Zionsville Times Sentinel

Commentary

June 19, 2013

Frog songs and s’mores

Zionsville — The trill of the American Toad — the “frog” that was once common in our backyards — will always conjure up a memory of camping out at Willow Lake in the spring back in my much younger days.

The old Nash Rambler had pull-down seats that laid flat for sleeping. My sister and I would camp out in the car while my parents enjoyed nighttime fishing just a few yards away. We did this several times a summer, awakening to the smell of the campfire that had roasted our hot dogs and s’mores the night before. I don’t recall being aware of the night sounds then. Only in my later years when I again heard the frog song did my spirit awaken to the memory of those pleasant days.

The call of the toad is often described as the trill of a teakettle, long, high and melodious. There are 17 frog species in Indiana: three toads and 14 frogs. The less common Fowler’s toad has a harsher call, a nasally bleat likened to a lifeguard’s whistle. Many of our amphibian’s spring mating calls are quite easily distinguishable, like that of the Northern Cricket Frog, which sounds like two steel balls clicking together, often continuing for a long series. The call of the Western Chorus Frog is that of running a finger across the teeth of a comb. The Green Frog’s call reminds most of a plucked banjo string. Discerning their distinctive calls can be quite a fun family activity and a great way to introduce kids or adults to nature.

See Wednesday's Times Sentinel for the full story.

 

1
Text Only
Commentary
  • A bee, or not to be It’s weird that while working in my garden I am always looking for insect damage as a positive sign. I spotted lots of torn leaves on my Dutchman’s Pipevine and was pleased. The vine is a larval food source — caterpillar food — for the Pipevine Swallowtail, one of Indiana’s many swallowtail butterflies.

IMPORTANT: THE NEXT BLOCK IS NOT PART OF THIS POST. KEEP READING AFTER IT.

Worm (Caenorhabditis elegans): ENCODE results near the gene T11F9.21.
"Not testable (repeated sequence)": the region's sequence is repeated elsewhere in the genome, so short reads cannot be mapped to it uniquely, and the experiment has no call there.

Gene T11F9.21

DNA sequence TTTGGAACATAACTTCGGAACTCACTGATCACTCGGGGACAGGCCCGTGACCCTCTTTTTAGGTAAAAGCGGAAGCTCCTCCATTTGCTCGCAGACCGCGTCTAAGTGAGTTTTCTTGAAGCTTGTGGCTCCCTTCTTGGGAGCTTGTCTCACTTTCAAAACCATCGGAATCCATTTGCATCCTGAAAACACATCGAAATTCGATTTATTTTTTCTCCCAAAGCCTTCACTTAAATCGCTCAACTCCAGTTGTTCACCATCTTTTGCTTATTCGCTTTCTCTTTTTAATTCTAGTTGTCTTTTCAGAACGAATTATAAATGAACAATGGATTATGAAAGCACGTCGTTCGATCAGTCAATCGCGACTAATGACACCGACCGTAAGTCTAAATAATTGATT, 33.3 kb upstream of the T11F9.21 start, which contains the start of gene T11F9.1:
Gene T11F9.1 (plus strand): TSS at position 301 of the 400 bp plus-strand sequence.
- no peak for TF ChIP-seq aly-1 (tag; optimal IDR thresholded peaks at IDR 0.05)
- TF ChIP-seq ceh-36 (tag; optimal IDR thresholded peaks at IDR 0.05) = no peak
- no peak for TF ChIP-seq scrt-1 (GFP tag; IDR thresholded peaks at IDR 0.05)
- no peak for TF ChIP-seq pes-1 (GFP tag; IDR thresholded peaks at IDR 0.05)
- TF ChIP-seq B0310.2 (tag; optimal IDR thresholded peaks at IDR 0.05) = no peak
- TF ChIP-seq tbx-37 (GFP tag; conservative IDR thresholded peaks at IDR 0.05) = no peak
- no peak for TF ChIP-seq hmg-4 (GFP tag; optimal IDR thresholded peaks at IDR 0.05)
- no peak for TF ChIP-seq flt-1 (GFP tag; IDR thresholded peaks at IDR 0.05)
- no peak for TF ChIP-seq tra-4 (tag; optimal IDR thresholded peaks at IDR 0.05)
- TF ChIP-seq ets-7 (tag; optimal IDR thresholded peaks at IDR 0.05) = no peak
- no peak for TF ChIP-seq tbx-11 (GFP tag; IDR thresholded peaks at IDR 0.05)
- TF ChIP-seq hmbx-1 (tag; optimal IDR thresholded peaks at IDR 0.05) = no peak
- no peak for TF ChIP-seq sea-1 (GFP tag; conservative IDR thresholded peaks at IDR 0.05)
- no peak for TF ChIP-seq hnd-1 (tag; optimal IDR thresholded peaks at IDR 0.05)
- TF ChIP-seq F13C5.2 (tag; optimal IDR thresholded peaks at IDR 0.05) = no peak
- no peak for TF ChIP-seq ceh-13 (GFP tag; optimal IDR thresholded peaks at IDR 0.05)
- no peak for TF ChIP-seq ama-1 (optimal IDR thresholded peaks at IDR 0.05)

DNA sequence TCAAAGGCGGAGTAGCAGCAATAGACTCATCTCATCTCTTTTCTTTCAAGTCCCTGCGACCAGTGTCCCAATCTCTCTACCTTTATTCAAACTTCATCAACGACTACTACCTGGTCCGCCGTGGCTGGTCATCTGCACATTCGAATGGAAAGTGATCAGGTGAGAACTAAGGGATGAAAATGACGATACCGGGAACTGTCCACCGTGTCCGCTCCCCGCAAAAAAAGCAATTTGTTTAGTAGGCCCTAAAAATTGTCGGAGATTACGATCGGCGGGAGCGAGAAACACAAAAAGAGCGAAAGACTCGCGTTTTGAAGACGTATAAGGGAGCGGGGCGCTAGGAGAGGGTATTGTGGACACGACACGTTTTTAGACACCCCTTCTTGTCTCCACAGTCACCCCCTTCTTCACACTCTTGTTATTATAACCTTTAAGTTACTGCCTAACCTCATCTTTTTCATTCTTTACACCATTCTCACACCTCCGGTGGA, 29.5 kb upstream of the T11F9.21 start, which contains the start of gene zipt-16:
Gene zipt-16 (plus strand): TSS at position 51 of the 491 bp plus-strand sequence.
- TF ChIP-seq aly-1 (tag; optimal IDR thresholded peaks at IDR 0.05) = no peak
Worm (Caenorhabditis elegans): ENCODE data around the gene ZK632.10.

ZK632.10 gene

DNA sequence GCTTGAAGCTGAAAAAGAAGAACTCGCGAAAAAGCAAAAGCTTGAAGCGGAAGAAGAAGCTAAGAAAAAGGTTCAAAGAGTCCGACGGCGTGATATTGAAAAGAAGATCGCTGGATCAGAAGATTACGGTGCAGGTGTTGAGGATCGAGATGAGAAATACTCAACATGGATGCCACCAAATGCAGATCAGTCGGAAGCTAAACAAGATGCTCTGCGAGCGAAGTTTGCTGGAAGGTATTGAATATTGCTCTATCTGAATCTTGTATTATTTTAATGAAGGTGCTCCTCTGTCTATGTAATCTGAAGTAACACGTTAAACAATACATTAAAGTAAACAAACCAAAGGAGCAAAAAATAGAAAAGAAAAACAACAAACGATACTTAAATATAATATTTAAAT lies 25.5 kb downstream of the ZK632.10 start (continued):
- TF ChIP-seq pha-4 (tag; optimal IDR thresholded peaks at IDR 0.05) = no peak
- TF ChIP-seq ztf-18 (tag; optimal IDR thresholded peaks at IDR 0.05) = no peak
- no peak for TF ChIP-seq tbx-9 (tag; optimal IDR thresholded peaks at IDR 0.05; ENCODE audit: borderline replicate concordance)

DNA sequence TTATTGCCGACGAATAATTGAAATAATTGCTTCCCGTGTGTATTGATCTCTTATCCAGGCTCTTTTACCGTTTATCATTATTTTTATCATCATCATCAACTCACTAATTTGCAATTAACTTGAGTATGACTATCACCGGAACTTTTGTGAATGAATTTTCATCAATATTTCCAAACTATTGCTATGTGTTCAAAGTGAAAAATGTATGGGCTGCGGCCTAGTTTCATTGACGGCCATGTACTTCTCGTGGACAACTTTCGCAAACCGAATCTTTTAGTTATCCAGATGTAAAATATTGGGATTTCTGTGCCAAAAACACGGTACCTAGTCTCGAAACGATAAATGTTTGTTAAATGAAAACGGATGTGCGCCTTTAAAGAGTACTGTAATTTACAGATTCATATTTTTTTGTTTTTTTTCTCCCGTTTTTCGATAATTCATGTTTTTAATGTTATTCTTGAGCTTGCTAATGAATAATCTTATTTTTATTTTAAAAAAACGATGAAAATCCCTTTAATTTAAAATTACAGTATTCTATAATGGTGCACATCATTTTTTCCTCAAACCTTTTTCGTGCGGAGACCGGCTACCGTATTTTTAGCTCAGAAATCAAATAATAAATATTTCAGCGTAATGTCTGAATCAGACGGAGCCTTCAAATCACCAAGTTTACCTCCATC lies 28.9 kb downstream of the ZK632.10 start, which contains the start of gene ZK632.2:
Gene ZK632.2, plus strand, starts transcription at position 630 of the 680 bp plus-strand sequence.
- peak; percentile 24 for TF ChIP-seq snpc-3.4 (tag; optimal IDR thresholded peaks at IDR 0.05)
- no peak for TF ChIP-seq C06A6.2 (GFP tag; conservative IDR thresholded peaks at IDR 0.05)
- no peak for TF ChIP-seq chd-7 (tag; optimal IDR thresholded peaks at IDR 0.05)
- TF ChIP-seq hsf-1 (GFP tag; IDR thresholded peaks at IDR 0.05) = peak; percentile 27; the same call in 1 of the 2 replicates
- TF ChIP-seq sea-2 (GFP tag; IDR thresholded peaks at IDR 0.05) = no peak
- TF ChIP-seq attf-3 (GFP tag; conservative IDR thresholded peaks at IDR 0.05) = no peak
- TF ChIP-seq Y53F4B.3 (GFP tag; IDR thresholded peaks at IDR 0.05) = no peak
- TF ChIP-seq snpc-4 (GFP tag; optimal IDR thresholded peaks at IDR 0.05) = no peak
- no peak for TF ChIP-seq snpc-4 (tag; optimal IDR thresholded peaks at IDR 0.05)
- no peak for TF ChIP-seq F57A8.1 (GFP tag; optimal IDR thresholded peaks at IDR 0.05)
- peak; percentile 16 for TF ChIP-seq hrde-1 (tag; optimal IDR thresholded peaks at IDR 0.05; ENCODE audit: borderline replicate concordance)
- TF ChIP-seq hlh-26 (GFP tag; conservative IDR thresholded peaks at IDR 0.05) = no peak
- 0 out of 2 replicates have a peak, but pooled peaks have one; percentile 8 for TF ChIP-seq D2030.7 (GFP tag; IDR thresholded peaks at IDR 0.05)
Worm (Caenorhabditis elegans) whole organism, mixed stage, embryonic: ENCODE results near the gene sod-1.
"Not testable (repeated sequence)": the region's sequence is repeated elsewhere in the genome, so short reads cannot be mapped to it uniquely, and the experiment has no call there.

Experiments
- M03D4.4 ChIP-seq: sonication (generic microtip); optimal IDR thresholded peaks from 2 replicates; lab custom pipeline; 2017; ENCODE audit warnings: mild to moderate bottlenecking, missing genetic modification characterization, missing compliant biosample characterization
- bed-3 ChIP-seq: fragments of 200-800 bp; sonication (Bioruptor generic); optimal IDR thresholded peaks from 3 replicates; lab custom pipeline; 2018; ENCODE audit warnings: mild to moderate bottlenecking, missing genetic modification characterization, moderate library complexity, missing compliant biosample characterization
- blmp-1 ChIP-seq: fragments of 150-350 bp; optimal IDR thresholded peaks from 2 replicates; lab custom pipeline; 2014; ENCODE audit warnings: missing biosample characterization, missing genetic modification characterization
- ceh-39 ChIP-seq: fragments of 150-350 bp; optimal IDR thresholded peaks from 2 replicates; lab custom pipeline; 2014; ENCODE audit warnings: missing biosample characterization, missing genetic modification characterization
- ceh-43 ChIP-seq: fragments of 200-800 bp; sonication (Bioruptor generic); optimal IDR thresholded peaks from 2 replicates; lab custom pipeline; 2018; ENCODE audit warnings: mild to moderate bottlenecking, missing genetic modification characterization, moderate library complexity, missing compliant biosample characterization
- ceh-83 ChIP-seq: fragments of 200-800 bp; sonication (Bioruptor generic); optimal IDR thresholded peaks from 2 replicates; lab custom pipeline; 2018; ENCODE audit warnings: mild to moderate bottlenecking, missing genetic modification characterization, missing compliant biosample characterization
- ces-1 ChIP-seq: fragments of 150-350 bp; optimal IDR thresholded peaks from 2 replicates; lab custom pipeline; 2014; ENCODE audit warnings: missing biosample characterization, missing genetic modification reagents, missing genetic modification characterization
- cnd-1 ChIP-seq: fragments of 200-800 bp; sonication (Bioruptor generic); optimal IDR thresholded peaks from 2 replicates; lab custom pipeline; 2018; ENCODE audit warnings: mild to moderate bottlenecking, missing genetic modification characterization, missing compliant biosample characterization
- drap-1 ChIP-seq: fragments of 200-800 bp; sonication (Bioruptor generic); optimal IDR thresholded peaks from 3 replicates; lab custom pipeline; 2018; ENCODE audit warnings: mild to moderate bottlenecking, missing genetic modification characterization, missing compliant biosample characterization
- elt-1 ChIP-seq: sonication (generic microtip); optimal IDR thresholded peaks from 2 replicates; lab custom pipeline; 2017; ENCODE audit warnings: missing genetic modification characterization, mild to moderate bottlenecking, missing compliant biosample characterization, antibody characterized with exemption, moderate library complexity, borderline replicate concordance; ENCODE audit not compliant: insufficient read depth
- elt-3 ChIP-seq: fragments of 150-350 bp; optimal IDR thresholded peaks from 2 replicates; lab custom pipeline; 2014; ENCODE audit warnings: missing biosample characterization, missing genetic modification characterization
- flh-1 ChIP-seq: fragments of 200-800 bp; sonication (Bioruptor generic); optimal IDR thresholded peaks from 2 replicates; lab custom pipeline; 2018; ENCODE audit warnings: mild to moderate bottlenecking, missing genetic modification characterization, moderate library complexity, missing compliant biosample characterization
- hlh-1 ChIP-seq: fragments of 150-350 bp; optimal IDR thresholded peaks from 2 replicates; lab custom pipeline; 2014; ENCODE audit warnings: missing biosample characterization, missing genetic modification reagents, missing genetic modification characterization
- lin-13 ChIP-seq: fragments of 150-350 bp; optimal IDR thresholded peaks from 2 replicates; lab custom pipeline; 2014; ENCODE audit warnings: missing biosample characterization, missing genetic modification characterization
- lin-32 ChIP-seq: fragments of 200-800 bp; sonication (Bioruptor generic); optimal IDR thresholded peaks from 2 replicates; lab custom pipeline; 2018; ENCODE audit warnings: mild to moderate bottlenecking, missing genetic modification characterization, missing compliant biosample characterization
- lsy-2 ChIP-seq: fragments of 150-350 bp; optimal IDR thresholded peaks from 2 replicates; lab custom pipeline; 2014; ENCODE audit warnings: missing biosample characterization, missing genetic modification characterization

July 16, 2014

  • Basements aren’t just for tornadoes anymore The Lutheran church ladies are back in town at Beef & Boards performing “A Mighty Fortress is Our Basement.” The show runs through Aug. 17.

    July 16, 2014

  • Road to funding Indiana highways jammed If you’ve driven on either of Indiana’s two busiest interstates recently, you’ll understand why a blue-ribbon commission last week called for adding traffic lanes to those harrowing highways.

    July 16, 2014

  • Extension Service celebrates turning 100 On May 8, 1914, President Woodrow Wilson signed into law the federal Smith-Lever Act, which established the Cooperative Extension Service as a nonformal educational program designed to help people use research-based knowledge to improve their lives. In recognition of 2014 being the centennial year of the Extension Service, Purdue Extension – Boone County will commemorate the milestone with activities and displays at this year’s Boone County Fair.

    July 16, 2014